DragonWriter (970822) | more than 6 years ago | (#19131423)

Are there courses designed to make neurosurgery less intimidating to kids or genetic research less complicated or elite forces soldering less dangerous or stressful?


No and yes, respectively. Actually, the military spends lots and lots of money to make soldiering, of every kind, less dangerous.

So what?

It always concerns me when I see a bunch of geeks trying to stick programming down the throats of kids rather than focus on teaching them the real skills they need at that age.


Stripped of the things like memorizing complex syntax rules, etc.—which is exactly what things like this try to minimize—programming is a mechanism for teaching generalized problem-solving and analytical skills, as well as a tool to provide applied lessons in other fields. It is not an alternative to teaching "real skills they need at that age", but a means of doing so.

Re:Whats the point? (1)

GrievousMistake (880829) | more than 6 years ago | (#19131475)

Making a computer solve arbitrary tasks for you could potentially become an essential skill in the future. How many people do you know that will regularly spend an hour doing some routine task like renaming files, adding or removing a newline at the start of each line, etc. Programming languages are becoming high enough level that it is at least conceivable to have basic programming skills be part of common education.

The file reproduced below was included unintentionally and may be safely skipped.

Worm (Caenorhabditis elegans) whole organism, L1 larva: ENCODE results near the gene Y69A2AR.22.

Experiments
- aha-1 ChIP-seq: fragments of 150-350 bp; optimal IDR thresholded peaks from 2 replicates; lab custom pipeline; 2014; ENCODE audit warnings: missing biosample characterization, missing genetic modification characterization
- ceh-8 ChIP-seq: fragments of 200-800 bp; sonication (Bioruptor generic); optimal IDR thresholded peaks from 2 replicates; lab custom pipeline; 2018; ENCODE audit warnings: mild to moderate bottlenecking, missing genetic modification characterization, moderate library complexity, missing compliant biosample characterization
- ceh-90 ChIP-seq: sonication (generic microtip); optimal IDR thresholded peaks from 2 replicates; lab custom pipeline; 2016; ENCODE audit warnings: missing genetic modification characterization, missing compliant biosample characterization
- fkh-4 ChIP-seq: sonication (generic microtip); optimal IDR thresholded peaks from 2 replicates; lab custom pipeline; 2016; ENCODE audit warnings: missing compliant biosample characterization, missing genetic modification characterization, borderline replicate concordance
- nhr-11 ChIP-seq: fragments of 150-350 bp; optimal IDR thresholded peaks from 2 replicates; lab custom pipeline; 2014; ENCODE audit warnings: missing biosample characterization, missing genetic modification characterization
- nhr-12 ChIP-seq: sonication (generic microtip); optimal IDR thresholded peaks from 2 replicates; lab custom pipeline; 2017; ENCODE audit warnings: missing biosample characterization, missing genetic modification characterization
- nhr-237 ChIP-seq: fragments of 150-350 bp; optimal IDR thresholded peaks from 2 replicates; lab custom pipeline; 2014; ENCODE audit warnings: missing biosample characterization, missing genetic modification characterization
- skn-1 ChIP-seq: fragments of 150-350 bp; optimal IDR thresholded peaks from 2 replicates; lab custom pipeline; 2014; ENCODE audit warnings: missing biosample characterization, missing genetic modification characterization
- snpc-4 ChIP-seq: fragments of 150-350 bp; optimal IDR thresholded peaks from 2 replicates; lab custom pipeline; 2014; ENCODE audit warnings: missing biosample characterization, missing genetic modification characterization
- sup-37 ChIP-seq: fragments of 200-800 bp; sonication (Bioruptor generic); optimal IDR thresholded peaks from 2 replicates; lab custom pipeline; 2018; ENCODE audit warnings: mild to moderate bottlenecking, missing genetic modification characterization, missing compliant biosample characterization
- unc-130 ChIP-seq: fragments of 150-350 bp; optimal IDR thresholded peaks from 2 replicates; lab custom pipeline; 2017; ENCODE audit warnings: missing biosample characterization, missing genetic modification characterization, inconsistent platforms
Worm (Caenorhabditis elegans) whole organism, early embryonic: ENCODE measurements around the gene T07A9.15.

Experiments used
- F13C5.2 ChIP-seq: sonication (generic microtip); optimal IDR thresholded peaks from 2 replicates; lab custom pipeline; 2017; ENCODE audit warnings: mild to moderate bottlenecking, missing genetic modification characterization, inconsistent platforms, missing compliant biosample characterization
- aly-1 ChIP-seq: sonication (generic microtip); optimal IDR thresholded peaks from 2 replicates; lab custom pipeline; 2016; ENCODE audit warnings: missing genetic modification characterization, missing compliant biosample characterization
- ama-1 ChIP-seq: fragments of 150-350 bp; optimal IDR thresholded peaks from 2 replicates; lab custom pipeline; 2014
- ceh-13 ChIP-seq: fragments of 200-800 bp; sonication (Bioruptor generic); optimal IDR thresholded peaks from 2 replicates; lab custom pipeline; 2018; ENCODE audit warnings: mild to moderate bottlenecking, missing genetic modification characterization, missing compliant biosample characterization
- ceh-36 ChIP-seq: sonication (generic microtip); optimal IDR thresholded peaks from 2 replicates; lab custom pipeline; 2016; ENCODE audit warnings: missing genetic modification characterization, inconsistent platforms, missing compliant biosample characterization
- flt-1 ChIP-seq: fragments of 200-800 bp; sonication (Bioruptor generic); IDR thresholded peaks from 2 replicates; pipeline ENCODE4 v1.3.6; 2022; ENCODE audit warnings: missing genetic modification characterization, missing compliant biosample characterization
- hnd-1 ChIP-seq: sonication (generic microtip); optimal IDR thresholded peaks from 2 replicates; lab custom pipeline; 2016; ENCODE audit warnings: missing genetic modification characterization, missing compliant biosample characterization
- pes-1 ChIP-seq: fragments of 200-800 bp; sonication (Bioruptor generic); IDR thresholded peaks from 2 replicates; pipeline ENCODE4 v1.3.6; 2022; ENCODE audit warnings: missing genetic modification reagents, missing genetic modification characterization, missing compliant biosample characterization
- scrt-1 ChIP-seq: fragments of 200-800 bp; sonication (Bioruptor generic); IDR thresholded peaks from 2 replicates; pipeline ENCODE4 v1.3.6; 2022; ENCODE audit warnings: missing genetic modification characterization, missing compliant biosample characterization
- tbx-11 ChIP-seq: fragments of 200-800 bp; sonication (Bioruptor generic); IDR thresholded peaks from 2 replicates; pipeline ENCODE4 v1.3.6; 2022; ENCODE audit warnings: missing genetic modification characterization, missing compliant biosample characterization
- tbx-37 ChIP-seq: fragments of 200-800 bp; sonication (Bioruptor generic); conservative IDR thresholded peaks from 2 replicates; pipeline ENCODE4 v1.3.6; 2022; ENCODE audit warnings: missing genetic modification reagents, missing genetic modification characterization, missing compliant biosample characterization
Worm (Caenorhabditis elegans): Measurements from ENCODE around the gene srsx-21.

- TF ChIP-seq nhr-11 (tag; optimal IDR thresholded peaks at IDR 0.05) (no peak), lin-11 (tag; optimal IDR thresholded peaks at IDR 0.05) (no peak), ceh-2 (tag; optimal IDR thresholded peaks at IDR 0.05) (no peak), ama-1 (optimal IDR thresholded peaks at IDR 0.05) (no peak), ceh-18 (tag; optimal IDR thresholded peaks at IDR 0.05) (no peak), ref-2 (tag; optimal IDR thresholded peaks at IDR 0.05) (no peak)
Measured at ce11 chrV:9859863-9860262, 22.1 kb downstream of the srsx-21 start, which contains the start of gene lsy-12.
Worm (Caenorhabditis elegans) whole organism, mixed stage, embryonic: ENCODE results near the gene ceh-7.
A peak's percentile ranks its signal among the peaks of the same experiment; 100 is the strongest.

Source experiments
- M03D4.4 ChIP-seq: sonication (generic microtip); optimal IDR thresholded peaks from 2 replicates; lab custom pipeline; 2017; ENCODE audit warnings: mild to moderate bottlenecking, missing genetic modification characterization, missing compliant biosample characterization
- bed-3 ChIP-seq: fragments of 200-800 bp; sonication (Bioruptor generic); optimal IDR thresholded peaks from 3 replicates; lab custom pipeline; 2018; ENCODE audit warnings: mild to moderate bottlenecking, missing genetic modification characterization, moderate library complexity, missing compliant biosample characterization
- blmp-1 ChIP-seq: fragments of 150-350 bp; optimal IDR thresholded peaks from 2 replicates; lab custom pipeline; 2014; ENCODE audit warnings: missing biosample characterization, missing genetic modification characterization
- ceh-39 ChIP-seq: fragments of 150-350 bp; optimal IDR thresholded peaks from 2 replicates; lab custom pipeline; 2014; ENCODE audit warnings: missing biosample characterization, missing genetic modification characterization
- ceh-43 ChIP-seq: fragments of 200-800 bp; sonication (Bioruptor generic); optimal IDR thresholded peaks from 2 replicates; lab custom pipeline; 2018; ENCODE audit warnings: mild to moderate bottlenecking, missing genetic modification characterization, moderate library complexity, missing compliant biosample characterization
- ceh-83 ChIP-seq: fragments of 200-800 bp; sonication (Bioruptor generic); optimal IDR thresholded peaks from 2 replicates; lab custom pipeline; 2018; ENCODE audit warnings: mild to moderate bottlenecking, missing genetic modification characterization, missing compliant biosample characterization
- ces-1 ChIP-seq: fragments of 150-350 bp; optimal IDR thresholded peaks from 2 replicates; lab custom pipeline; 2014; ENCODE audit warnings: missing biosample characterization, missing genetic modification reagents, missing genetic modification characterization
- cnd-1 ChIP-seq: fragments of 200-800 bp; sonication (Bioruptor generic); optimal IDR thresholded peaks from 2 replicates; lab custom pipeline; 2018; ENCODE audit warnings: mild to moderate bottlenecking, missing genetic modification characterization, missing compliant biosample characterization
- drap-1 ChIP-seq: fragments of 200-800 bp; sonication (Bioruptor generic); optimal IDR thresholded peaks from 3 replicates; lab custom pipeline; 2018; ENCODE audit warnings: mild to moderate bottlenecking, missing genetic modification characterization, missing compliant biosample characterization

It's worth at least researching, in a 'what if' sci-fi scenario kind of way.

Re:Whats the point? (1)

GrievousMistake (880829) | more than 6 years ago | (#19131633)

Replying to myself here, but compare the value of having kids go, "Oh, this seems like a mesial temporal lobe epileptical attack" when they saw someone have a seizure, versus having them follow the tought "Man, my computer could do this," with "So I'll make it do it for me!"

Re:Whats the point? (4, Insightful)

Reality Master 101 (179095) | more than 6 years ago | (#19131557)

Thank you! EXACTLY what I was going to post. Screw programming! Certainly kids who are interested in that should be encouraged, but it's a VERY small minority that have a true interest. There are far more important skills that we should be encouraging.

Such as? How about true art training? Studies (which I don't have a link to) have shown that kids that are taught to draw realistically tend to do better in ALL subjects, probably because of the quiet concentration that it requires. Kids as young as 4 or 5 can be taught to do realistic art, but even a lot of art schools don't do beginning classes until 8 or 9, and the closest typical schools get is just letting the kids slap paint on paper without any instruction at all. Only gifted people learn to play piano by banging keys, and only gifted people learn to draw by scribbling. Yet anyone can learn piano through instruction, and anyone can draw realistically through instruction as well.

Sorry for the pseudo-rant on art classes, but I've been looking for art instruction for my young children, and it's very difficult to find. I finally found great book [amazon.com] and I'm doing it myself. :) Note the picture on the cover that was done by a non-gifted five year old, BTW.

Re:Whats the point? (1)

shystershep (643874) | more than 6 years ago | (#19132023)

How many grade schoolers will have day-to-day contact with neurosurgery or genetic research or soldiering? On the other hand, almost everyone probably has at least some contact with a computer every day.

And in any case, this isn't about "sticking programming down their throats" so much as it is about teaching problem solving and providing an outlet for creativity. It is about as close to real programming as a nature walk is to neurosurgery or genetic research.

Re:Whats the point? (1)

shystershep (643874) | more than 6 years ago | (#19132055)

That should read "every one" in the second sentence, not "everyone" (although that would make sense as well I suppose, just isn't the point I was making).